Amidst Muslim leaders' demand of the retitling of "Towelhead", the Warner Independent Pictures' controversial drama stays firm with its chosen title. Rejecting the idea to make some changes in the naming of the film, its director/producer/writer Alan Ball reasoned that the title is important for the movie to be true to its original concept.
Insisting that the title will be kept, Ball shared his point of view on the matter. "As a gay man, I know how it feels to be called hateful names simply because of who I am," he explained. "Therefore, I felt it was important to retain the title of Alicia Erian's novel, in which she so effectively dramatizes the pain inflicted by such language, something many people of non-minority descent never have to face."
"I believe one of the unintended consequences of forbidding such words to be spoken is imbuing those words with more power than they should ever have, and helping create the illusion that the bigotry and racism expressed by such cruel epithets is less prevalent than it actually is, which we all know is sadly not the case."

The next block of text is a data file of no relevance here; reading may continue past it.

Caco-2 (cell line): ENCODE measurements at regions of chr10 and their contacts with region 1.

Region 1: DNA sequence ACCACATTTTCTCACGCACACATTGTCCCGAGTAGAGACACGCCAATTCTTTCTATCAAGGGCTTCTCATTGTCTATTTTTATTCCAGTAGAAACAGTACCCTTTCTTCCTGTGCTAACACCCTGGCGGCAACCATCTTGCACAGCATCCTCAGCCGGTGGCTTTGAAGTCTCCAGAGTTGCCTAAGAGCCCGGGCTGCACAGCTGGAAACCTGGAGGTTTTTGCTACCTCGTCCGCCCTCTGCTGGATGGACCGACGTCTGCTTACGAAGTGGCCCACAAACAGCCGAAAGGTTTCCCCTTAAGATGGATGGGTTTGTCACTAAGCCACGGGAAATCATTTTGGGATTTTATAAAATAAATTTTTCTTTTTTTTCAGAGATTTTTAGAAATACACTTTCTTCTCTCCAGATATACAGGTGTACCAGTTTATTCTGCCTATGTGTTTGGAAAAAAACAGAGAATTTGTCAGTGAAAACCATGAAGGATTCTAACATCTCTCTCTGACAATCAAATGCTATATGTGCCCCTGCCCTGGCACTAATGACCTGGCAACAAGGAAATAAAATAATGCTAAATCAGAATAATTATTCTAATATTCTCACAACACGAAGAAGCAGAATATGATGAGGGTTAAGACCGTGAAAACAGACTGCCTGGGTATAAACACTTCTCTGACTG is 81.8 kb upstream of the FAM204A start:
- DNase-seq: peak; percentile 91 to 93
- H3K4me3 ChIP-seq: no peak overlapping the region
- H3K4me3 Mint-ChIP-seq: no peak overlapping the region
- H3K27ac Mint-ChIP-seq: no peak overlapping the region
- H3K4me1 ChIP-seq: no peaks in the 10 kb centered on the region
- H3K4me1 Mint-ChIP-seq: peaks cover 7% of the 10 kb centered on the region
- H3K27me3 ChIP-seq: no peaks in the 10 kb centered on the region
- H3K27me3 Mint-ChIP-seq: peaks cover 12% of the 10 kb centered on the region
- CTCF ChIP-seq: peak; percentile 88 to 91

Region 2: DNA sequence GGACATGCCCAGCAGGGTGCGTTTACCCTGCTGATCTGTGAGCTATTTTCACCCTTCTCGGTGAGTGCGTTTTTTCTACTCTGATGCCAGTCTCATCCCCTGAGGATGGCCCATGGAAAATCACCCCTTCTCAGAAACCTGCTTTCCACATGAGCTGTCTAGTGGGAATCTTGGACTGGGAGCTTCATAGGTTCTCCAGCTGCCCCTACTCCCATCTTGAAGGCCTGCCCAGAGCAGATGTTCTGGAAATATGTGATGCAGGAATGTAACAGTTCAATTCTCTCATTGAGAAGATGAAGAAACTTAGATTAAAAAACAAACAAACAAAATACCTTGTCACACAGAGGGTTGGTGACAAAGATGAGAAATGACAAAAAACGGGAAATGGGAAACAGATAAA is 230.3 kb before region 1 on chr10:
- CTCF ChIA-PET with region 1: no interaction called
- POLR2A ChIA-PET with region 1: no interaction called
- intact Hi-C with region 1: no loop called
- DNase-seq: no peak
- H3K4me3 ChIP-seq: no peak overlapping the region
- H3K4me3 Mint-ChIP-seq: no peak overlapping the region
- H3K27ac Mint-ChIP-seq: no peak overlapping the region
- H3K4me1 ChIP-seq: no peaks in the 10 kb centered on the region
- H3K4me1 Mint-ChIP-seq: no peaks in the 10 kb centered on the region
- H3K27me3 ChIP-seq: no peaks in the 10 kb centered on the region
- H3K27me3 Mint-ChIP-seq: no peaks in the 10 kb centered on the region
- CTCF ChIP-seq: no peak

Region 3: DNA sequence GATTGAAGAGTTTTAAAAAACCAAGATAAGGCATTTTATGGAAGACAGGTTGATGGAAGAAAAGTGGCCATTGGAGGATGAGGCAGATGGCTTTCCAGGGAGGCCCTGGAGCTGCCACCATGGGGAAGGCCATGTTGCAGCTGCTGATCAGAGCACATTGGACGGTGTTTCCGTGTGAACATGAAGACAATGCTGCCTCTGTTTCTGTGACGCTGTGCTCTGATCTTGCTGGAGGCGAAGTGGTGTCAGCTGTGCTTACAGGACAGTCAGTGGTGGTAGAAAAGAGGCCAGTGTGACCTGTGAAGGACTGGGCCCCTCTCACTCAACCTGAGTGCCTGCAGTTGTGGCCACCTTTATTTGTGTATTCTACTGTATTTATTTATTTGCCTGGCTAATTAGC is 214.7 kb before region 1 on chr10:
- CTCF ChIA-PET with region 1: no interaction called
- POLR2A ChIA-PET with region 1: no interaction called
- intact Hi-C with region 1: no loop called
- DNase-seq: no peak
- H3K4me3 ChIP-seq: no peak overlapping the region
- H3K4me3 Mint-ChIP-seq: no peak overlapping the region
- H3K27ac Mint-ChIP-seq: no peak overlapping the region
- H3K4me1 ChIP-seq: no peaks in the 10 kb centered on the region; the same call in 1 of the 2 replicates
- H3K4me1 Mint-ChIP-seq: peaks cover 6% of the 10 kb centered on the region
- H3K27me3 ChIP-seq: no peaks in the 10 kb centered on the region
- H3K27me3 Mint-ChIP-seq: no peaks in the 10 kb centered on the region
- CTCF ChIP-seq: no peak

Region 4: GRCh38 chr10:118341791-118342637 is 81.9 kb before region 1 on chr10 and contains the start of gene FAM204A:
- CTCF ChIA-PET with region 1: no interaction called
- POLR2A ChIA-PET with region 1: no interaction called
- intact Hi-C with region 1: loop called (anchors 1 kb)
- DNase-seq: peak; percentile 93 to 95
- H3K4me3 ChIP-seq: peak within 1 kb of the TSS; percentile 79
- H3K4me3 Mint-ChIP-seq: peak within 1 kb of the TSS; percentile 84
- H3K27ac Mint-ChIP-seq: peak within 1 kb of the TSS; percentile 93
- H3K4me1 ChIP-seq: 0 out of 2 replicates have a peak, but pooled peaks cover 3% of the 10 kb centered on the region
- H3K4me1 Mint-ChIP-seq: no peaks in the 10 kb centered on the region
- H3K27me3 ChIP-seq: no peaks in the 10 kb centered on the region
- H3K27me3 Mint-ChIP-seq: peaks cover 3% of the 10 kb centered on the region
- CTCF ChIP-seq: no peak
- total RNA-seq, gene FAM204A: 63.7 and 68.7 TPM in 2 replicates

Recent report has pointed out that the studio producing the film are prepared to back up the movie's filmmakers if they choose to stand firm with the title. Though planning to support the filmmakers, Warner Bros. still offer apology to those who are offended stating, "We apologize for any offense that is caused by the title."
Earlier, the Council on American-Islamic Relations (CAIR) has urged Warner Bros. executives to rename the movie suggesting that it should be entitled "Nothing is Private", the title under which the movie was premiered at 2007 Toronto International Film Festival instead. Calling the title as "a racial and religious slur", CAIR noted that "the word is commonly used in a derogatory manner against people of the Muslim faith or Arab origin".
Based on the critically acclaimed novel by Alicia Erian, "Towelhead" tells the story of a 13-year-old Arab-American girl who faces racism and hypocrisy both at school and at home while dealing with her sexual awakening. The title is taken from the nickname given to the girl by her foes. To debut in theaters on September 26, it features the likes of Summer Bishil, Aaron Eckhart, Toni Collette, Maria Bello, Peter Macdissi, Lynn Collins, etc.